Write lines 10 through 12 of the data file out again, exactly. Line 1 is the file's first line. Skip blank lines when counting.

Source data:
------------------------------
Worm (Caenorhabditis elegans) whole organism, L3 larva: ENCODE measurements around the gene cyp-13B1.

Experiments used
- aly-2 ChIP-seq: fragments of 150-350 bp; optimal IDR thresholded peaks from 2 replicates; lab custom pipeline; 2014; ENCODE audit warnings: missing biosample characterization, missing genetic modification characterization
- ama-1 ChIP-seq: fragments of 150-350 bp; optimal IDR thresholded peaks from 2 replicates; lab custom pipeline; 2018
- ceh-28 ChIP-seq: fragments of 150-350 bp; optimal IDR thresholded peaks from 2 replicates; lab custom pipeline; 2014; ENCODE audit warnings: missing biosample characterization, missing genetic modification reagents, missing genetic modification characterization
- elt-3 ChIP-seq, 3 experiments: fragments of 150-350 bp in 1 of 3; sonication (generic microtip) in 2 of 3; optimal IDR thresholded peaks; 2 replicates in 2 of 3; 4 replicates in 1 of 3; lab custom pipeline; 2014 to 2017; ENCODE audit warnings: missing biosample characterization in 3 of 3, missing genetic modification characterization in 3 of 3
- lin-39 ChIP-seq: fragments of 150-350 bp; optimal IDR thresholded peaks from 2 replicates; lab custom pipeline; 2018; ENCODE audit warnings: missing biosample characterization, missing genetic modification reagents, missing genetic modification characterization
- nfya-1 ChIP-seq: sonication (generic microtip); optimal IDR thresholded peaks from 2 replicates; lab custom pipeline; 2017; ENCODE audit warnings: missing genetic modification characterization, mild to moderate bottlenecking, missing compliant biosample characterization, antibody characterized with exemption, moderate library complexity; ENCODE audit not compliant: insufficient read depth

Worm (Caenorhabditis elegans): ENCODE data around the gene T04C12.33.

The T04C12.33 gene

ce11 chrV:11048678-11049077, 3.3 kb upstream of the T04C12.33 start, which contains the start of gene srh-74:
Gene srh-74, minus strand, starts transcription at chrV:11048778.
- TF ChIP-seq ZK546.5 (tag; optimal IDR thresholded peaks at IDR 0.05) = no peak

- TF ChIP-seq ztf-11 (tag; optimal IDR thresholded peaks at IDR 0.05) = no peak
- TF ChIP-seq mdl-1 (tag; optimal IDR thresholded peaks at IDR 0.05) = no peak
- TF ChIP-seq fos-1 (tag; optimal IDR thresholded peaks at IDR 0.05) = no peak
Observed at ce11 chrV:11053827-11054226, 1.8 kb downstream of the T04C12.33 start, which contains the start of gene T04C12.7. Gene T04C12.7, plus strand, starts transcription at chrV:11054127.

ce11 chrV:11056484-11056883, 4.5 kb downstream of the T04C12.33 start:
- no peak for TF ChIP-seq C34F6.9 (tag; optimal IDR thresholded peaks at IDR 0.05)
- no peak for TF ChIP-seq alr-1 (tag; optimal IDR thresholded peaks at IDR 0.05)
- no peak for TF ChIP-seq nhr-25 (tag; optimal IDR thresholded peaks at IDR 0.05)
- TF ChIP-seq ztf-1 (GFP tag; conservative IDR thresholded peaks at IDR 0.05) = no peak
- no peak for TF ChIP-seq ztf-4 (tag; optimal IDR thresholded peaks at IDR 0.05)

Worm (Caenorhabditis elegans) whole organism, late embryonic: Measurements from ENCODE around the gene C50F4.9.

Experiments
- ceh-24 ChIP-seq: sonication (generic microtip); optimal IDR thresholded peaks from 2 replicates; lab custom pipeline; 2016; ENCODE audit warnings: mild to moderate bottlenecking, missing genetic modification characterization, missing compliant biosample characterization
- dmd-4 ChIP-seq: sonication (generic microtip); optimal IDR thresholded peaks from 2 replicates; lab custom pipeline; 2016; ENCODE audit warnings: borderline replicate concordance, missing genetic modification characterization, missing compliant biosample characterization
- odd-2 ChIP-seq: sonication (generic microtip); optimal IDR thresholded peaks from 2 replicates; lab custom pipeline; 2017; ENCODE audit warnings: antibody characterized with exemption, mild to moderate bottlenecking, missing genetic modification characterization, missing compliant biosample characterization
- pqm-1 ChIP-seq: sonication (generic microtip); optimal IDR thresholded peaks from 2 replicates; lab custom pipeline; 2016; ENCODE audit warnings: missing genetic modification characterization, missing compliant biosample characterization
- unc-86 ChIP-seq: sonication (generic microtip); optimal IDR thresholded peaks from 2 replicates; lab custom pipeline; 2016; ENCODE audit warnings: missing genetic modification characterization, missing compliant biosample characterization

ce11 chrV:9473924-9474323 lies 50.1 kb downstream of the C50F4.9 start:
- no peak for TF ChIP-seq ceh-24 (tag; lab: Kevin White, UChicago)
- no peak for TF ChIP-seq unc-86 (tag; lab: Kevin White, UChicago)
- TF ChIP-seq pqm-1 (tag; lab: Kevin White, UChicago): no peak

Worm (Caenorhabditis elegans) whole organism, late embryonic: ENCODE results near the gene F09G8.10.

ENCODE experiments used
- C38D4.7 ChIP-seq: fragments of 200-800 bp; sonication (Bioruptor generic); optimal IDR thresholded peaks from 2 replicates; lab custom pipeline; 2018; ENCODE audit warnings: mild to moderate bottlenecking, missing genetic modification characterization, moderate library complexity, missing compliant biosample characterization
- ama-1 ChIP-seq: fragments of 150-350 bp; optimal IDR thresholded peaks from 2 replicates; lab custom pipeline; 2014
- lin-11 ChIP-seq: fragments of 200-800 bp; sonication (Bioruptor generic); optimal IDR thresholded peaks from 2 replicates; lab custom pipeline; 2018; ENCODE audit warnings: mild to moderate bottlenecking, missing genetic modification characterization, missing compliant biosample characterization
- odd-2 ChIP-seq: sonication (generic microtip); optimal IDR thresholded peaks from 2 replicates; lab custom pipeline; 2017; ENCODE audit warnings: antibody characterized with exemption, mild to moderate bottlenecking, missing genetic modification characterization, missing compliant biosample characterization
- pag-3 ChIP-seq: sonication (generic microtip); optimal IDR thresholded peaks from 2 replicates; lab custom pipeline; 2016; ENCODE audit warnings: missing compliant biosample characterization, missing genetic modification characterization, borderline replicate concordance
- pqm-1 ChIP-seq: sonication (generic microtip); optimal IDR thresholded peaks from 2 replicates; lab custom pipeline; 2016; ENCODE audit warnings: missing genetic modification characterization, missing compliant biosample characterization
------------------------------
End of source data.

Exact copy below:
The T04C12.33 gene

ce11 chrV:11048678-11049077, 3.3 kb upstream of the T04C12.33 start, which contains the start of gene srh-74:
Gene srh-74, minus strand, starts transcription at chrV:11048778.